This is a raw, decadent, loud, sloppy, avant-garde album, a step in a harsher/rawer direction from their debut.  Granted the VU's 1st album was certainly groundbreaking (even though it was virtually ignored upon release), and while White Light/White Heat is not nearly as good as that album, it is arguably more influential.  White Light/White heat takes the abrasive sonic extremes found on their debut a step further, as well as the decedent subject matter.  Most of these songs are sadistic and depraved, whether Lou Reed or John Cale are singing/talking/yelling about amphetamines, a girl accidently splicing an axe through her misguided boyfriend's head, a gory botched surgical operation, or cocksucking nuns, they pretty much run the gauntlet here.  If most of that sounds somewhat shocking today, imagine what people must have thought back in 1968?  As for the music itself, it's kind of like the aural equivalent of being cracked out of your mind on speed running through NYC on a long and decadent night.  It's loud, sloppy, grating, and chaotic, at least most of the time.  So when you add all this up, you have a challenging album, an engaging album.  It's certainly not ear-candy, but it is compelling and real and groundbreaking.  Great stuff.


The Velvet Underground

The Velvet Underground


Fresh off the heels of two of the most abrasive and groundbreaking albums of all-time, The Velvet Underground took a turn in a decidedly different direction on this their best album.

This self-titled album stands in fairly stark contrast to the sound of their prior album, the incredibly harsh, grating, raw, and decadent White Light/White Heat.  This album sounds like the calm and repentant Sunday following a long, chaotic, and overindulgent Saturday night.  This album is not only much more melodic and mellow compared to their prior album, but it also has added depth and beauty as well.  It's a quiet album, a reflective album, a sweet album, a somewhat somber album, and overall a more earnest and modest listening experience.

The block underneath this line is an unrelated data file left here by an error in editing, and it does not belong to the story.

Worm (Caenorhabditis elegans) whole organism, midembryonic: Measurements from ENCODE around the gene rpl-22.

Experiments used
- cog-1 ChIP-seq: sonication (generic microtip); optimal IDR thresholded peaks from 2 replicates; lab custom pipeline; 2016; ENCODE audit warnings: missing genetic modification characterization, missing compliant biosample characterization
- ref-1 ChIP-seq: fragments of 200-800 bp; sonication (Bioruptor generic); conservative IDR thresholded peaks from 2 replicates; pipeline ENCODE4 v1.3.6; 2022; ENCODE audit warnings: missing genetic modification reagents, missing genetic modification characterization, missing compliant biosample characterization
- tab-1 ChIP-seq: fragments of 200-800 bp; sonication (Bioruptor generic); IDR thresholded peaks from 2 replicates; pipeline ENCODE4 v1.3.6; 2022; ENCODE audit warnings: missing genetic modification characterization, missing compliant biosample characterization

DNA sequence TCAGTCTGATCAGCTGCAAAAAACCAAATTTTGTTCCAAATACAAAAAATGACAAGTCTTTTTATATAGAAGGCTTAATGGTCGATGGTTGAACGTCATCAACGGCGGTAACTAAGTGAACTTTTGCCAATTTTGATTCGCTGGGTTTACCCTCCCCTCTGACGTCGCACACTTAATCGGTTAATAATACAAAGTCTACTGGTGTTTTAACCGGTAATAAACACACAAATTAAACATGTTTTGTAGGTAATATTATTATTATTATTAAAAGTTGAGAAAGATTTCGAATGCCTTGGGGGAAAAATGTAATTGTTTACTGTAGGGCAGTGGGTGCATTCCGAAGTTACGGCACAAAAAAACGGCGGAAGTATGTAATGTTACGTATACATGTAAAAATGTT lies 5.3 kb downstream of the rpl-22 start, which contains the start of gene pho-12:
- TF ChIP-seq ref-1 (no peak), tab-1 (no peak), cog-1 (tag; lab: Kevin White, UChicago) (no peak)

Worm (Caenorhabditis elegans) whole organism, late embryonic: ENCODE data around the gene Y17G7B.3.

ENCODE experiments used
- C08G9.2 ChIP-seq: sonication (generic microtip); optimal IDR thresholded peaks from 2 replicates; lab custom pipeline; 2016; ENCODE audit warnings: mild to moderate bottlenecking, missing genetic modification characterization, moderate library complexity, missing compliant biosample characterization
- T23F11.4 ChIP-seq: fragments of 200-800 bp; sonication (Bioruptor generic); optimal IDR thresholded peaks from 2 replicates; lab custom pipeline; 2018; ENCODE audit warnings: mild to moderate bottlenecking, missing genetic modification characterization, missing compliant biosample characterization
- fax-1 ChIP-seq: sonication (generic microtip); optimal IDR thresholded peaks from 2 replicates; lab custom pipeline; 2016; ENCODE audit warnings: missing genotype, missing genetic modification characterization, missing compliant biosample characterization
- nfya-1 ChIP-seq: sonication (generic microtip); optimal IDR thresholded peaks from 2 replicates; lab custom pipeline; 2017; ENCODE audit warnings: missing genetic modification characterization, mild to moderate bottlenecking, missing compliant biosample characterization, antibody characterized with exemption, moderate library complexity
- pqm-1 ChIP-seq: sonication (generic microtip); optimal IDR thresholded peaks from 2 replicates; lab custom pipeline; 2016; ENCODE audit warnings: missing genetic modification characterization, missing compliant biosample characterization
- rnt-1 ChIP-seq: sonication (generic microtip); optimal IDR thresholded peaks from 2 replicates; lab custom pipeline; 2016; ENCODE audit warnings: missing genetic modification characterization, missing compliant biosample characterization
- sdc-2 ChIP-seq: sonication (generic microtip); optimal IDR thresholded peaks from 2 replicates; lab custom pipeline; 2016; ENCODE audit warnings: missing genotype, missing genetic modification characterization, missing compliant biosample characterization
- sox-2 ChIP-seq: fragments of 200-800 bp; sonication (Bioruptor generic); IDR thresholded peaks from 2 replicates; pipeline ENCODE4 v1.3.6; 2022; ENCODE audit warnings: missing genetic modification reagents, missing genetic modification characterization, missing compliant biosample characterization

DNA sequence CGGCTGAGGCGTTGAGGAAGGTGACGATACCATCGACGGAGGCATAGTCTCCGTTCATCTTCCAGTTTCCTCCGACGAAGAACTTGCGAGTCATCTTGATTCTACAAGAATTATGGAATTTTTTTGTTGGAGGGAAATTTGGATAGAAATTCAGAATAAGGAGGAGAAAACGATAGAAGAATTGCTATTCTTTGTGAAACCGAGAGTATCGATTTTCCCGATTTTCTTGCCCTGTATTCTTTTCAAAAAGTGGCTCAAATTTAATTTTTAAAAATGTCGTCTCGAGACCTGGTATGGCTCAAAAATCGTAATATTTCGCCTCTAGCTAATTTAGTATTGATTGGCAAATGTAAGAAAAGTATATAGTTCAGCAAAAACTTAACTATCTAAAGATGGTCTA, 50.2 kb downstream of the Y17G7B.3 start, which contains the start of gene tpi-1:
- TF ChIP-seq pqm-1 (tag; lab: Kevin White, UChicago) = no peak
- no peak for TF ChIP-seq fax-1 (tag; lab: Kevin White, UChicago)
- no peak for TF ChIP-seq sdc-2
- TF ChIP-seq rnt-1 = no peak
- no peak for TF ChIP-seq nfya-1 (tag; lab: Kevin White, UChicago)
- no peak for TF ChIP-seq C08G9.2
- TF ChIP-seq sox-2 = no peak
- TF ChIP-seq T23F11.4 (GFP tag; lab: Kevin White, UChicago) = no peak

This album has always been a uniquely personal listening experience for yours truly.  It is one of my favorite aural companions.  It's a warm album, and it's overall mood/vibe perfectly capture the sometimes lonely experience of living in a very large city.  I listened to this album a lot during my last few disillusioning years in San Francisco, doing the 9-5 grind.  It's a perfect album for a Tuesday afternoon lunch break, grabbing some lunch, people watching, and hitting the pavement exploring downtown and seedy back alleys.  This album, more than any other that comes to mind, seems to capture that ambivalent feeling I often times have regarding my big city existence.  For all its excitement, energy, and diversity, sometimes it just seems like a rat race.  You can see it in people's eyes if it's new to them, or if it has run them into the ground, or if it's somewhere in between.

Whenever I find myself in that in-between train of thought, of feeling like the city is running me down, I usually put on this album.  It gives me solace, it helps give me peace of mind, and it helps put my mind and spirit at ease.  This is a truly special album for me.  I could talk about all the great songs here, and how they individually make me feel, but that would be a bit redundant at this point.  Suffice to say many of these songs evoke sublime feelings in me.  It's all very affecting.  But perhaps more importantly, this album as a whole gives me these feelings.  Pretty much every song here fits the broader mood of the album as a whole.  They all work together earnestly and beautifully.  This is not only my favorite Velvet Underground/Lou Reed album of all-time, but it certainly ranks very highly as one of my favorite albums of all-time period.



The Velvet Underground


Had I grown up in the 60s, I could see myself yelling "Sellouts!" when the VU dropped what proved to be their final album in 1970.  That's because Loaded has an undeniably poppy sound to it, a fairly significant departure for a band that had revolutionized the course of music history with their groundbreaking artsy and decadent albums of the late 60s.  That said, Lou Reed and company do a damn good job of pumping out some pure pure ear-candy on Loaded's 10 tracks.  The standout here of course is the classic "Sweet Jane", but other highlights include "Rock & Roll", the triumphant "Head Held High", and the somewhat hilarious "Lonesome Cowboy Bill".  "I Found A Reason" is another favorite of mine, featuring lyrics I can certainly relate to: "I do believe, if you don't like things you leave, for someplace you've never been before".  Word.

So overall, Loaded is certainly a unique album in the VU's catalog, one that emphasises the simple pleasures of a good melody and great songs over experimentation and pushing the envelope.